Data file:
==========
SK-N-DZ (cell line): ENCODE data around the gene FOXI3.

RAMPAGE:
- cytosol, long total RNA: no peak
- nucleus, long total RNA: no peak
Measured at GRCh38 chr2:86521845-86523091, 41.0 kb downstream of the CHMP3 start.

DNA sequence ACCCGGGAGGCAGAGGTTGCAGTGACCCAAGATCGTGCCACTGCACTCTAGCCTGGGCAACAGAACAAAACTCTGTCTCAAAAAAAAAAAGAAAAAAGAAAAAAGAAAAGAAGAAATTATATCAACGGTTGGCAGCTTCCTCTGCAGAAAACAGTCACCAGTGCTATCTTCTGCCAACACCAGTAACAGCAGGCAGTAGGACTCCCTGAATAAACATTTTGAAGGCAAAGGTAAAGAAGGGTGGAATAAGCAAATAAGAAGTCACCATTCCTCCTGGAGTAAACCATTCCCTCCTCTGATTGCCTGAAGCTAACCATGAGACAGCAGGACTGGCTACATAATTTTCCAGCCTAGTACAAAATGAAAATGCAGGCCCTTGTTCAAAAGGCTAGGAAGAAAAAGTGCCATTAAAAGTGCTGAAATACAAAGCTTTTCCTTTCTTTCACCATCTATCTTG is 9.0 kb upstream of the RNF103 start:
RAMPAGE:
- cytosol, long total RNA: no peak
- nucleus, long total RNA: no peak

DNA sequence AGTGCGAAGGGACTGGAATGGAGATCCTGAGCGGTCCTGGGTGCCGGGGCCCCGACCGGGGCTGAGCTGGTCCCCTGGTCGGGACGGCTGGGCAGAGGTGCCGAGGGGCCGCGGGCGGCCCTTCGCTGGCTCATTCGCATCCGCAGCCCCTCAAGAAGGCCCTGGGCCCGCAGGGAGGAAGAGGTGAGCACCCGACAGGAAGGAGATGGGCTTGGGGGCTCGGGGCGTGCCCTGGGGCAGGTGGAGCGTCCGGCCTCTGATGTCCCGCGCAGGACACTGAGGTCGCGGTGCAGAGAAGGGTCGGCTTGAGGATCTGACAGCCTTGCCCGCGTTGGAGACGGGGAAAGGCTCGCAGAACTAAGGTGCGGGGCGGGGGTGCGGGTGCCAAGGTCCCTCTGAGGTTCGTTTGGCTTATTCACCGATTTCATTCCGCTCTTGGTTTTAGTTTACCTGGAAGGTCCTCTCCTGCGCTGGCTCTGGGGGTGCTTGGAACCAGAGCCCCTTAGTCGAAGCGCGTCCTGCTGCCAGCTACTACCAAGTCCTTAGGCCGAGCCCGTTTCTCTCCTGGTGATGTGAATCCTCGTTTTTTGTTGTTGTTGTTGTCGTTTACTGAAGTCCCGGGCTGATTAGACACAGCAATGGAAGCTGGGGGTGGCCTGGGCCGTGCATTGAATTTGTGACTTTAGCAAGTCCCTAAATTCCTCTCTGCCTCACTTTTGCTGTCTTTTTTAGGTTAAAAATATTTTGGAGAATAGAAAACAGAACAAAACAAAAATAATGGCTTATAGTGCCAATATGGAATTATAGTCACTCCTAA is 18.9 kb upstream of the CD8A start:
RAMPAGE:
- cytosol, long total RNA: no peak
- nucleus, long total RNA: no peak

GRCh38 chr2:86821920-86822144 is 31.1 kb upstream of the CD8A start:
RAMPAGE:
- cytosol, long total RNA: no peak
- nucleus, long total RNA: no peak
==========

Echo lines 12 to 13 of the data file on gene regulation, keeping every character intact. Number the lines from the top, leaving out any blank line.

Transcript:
- cytosol, long total RNA: no peak
- nucleus, long total RNA: no peak